I love the sound of the guitar. Being a Spaniard from Andalucía, perhaps it should be expected. But my passion has always been opera and baroque music and I think what I find so appealing in that instrument is the way it seems to convey more obviously than others the raw emotions of the player. It is more accessible and to my ears its sound more earthy and sensual. Of course I have admired the sublime art of Andrés Segovia and the mastery of Narciso Yepes and -in a more popular vein- Paco de Lucía. So I approached the debut album of Milos Karadaglic with curiosity and a bit of reservation. Could this handsome young newcomer bring something that I couldn't find in the old masters? Did I need another only guitar CD? Well, the answer to both questions is yes. His chosen repertory is mainly Spanish and well recorded many times over.But I find his playing both fresh and stunning. The sound he extracts from those strings are truly mind-blowing. But he is more than a mere virtuoso. His passion for the instrument since childhood seems to have created a relationship with the instrument close to lovemaking and he gives all of himself, body and soul, to each piece, although I find the first track (Asturias) particularly moving. This is an extraordinary debut album. The half hour little documentary on the DVD is quite interesting too, giving fine close-ups of his playing.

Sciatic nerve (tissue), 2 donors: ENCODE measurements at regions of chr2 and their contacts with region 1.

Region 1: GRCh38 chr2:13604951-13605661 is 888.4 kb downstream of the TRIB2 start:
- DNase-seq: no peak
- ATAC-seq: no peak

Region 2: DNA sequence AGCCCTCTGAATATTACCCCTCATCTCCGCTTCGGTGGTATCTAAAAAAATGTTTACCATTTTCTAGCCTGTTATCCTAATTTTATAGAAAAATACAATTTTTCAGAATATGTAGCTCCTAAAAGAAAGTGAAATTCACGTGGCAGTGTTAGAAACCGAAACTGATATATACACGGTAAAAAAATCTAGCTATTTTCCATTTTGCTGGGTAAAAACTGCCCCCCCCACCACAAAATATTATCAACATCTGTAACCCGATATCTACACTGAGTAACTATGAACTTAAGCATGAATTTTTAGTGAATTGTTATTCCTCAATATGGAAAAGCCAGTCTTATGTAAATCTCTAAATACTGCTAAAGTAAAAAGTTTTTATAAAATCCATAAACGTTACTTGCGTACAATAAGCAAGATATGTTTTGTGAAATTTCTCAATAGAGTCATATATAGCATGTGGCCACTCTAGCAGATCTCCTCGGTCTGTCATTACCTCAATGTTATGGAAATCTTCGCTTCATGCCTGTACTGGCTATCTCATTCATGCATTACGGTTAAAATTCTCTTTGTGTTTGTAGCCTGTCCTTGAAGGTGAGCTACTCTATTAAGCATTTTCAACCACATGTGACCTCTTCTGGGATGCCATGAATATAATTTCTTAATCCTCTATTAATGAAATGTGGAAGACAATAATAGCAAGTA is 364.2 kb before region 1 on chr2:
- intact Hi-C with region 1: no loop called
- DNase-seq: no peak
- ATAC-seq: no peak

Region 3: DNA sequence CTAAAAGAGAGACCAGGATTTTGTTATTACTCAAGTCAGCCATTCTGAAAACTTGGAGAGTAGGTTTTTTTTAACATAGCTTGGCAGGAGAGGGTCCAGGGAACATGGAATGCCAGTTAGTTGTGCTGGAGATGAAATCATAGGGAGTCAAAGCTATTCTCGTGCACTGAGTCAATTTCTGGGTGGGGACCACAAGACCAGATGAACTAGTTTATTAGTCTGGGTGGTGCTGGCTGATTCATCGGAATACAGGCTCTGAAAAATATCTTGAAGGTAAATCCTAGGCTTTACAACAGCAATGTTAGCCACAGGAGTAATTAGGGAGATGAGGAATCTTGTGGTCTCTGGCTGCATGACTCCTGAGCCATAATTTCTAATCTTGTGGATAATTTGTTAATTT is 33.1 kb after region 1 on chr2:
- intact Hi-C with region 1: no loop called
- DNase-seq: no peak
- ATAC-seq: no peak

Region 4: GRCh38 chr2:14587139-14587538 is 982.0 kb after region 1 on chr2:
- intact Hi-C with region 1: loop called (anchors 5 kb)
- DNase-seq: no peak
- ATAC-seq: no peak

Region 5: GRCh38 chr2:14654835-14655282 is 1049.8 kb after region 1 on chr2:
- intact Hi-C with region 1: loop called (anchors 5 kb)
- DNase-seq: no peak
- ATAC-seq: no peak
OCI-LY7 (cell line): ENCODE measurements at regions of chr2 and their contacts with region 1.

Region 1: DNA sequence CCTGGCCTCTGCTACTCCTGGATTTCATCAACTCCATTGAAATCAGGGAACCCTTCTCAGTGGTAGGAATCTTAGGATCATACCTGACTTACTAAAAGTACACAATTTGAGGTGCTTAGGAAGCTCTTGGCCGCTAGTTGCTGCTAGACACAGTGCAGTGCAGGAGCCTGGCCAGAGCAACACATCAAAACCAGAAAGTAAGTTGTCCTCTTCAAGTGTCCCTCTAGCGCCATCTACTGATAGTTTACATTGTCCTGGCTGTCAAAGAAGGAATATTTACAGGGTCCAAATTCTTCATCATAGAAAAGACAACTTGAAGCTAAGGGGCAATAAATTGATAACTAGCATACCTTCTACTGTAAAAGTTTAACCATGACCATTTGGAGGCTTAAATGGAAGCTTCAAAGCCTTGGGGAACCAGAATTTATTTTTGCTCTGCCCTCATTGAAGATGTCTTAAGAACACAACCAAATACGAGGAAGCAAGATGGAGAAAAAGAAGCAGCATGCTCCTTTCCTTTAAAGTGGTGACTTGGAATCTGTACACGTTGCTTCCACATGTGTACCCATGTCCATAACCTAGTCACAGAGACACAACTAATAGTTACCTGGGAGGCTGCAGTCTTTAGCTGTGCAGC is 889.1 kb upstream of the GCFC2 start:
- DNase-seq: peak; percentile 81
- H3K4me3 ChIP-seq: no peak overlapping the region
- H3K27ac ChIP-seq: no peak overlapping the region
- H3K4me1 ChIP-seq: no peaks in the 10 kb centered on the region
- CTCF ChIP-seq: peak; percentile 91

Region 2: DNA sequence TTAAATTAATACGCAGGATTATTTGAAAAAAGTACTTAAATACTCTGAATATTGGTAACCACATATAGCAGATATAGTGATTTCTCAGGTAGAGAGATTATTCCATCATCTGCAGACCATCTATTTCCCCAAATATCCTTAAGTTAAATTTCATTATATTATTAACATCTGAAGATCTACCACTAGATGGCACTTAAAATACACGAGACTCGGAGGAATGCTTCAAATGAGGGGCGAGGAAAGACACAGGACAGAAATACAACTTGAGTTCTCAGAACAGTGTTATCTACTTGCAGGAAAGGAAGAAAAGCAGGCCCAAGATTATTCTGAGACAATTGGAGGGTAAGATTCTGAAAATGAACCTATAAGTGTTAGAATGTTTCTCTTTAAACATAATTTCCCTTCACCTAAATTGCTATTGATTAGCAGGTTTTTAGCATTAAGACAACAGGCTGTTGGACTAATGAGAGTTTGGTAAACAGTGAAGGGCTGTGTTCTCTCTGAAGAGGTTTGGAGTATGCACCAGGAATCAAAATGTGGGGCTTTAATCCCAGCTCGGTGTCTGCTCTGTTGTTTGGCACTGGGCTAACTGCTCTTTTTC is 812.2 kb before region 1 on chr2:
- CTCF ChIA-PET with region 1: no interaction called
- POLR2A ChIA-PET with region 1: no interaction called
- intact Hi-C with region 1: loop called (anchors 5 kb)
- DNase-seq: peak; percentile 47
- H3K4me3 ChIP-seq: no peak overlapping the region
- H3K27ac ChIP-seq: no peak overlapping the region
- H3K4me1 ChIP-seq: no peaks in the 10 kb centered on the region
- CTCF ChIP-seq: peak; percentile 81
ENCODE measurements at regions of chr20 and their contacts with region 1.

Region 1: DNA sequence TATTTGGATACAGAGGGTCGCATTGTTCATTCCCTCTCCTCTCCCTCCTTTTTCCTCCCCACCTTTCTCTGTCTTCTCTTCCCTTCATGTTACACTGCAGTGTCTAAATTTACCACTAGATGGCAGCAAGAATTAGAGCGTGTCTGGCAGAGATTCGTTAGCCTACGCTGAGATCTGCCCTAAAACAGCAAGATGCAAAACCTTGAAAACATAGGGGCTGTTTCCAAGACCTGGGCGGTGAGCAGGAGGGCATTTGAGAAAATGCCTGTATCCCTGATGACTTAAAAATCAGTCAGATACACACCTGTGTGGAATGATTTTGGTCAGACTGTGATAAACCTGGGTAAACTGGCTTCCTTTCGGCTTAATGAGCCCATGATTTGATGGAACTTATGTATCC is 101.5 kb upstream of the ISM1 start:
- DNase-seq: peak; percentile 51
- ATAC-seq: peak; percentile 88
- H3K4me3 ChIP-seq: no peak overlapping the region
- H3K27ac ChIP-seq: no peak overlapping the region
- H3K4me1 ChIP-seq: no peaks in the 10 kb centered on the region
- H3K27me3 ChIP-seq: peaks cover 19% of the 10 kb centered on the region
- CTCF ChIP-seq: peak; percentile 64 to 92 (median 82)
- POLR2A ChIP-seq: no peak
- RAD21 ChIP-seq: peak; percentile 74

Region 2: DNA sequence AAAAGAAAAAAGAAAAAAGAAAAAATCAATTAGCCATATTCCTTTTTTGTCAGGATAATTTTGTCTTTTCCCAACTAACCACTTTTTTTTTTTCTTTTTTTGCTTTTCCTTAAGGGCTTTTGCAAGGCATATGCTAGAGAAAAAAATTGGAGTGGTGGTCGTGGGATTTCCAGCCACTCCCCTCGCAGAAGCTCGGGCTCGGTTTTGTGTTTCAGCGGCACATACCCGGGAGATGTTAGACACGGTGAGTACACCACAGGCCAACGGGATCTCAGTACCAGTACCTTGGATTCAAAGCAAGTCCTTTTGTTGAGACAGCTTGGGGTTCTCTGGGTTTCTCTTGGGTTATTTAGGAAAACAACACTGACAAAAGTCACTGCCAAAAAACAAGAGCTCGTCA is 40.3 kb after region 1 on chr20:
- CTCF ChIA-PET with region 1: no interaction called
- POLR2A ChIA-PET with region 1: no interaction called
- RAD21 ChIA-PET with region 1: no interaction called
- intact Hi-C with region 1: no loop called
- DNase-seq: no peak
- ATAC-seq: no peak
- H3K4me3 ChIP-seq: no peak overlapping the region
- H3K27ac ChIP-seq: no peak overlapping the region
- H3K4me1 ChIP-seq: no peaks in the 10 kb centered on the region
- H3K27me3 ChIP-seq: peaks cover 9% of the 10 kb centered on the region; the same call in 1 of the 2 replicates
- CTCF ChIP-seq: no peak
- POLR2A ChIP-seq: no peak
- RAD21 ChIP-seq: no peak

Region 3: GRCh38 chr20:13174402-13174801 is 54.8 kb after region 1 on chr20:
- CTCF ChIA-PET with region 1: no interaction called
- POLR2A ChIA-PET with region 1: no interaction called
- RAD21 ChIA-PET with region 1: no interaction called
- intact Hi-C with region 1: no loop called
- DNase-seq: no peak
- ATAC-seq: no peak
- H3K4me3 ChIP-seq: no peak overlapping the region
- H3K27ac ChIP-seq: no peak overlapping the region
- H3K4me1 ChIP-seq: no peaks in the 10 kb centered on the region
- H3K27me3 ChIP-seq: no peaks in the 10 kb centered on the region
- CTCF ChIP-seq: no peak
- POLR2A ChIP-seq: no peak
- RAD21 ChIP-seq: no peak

PS. Titled "Mediterráneo" instead of "The Guitar" in the US release.
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10 of 10 people found the following review helpful
5.0 out of 5 stars SWOON!!!! Guitar the way I like it, soft,warm and sexy, July 17, 2011
This review is from: Mediterraneo (Audio CD)
I am a lifelong lover of guitar, especially classical. I fell in love with Julian Bream's beautiful playing when I was in grade school, practically falling into a hypnotic trance every time the classical radio station played one of his albums. Even though there are MANY guitarists I love, I never found anyone to make me feel the way Bream does--until NOW. Now, there is MILOS. Oh. My. Goodness.

If you were lucky enough to hear his wonderful interview on Sirius Radio with Paul Bachmann, he tells about his childhood during the Balkan Civil Wars, and how he adored Segovia and flamenco in particular. He was naturally gifted, fingers moving at light speed, but when he arrived, a young music student in London, he realized that his natural gift had to be strengthened by hard work on basic, boring but essential technique. This, he did with the same intensity and the result is a scintillating sound with a warmth that I have not heard since Bream's lute-influenced tones.